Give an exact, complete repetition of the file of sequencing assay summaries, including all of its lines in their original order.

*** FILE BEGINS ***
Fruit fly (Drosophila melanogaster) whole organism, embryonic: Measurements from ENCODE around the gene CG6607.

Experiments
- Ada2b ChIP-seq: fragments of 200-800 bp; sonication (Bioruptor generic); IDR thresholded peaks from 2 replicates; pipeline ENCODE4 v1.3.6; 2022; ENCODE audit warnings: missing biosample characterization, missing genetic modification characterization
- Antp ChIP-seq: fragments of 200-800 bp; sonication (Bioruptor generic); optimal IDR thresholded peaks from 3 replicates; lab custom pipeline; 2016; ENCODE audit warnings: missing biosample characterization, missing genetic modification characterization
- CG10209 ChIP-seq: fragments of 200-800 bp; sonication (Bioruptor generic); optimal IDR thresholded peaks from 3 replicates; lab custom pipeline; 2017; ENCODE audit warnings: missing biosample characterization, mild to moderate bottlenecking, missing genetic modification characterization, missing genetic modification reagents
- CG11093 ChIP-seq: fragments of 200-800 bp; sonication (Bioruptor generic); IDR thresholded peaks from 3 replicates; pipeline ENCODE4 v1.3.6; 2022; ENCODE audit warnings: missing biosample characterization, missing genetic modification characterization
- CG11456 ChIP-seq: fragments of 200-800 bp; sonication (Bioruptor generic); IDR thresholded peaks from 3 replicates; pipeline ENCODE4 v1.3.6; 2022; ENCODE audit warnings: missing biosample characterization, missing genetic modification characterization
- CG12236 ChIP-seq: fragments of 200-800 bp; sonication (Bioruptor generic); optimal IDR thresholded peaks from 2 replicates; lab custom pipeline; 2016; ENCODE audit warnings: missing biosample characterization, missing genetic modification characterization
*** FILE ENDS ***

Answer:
Fruit fly (Drosophila melanogaster) whole organism, embryonic: Measurements from ENCODE around the gene CG6607.

Experiments
- Ada2b ChIP-seq: fragments of 200-800 bp; sonication (Bioruptor generic); IDR thresholded peaks from 2 replicates; pipeline ENCODE4 v1.3.6; 2022; ENCODE audit warnings: missing biosample characterization, missing genetic modification characterization
- Antp ChIP-seq: fragments of 200-800 bp; sonication (Bioruptor generic); optimal IDR thresholded peaks from 3 replicates; lab custom pipeline; 2016; ENCODE audit warnings: missing biosample characterization, missing genetic modification characterization
- CG10209 ChIP-seq: fragments of 200-800 bp; sonication (Bioruptor generic); optimal IDR thresholded peaks from 3 replicates; lab custom pipeline; 2017; ENCODE audit warnings: missing biosample characterization, mild to moderate bottlenecking, missing genetic modification characterization, missing genetic modification reagents
- CG11093 ChIP-seq: fragments of 200-800 bp; sonication (Bioruptor generic); IDR thresholded peaks from 3 replicates; pipeline ENCODE4 v1.3.6; 2022; ENCODE audit warnings: missing biosample characterization, missing genetic modification characterization
- CG11456 ChIP-seq: fragments of 200-800 bp; sonication (Bioruptor generic); IDR thresholded peaks from 3 replicates; pipeline ENCODE4 v1.3.6; 2022; ENCODE audit warnings: missing biosample characterization, missing genetic modification characterization
- CG12236 ChIP-seq: fragments of 200-800 bp; sonication (Bioruptor generic); optimal IDR thresholded peaks from 2 replicates; lab custom pipeline; 2016; ENCODE audit warnings: missing biosample characterization, missing genetic modification characterization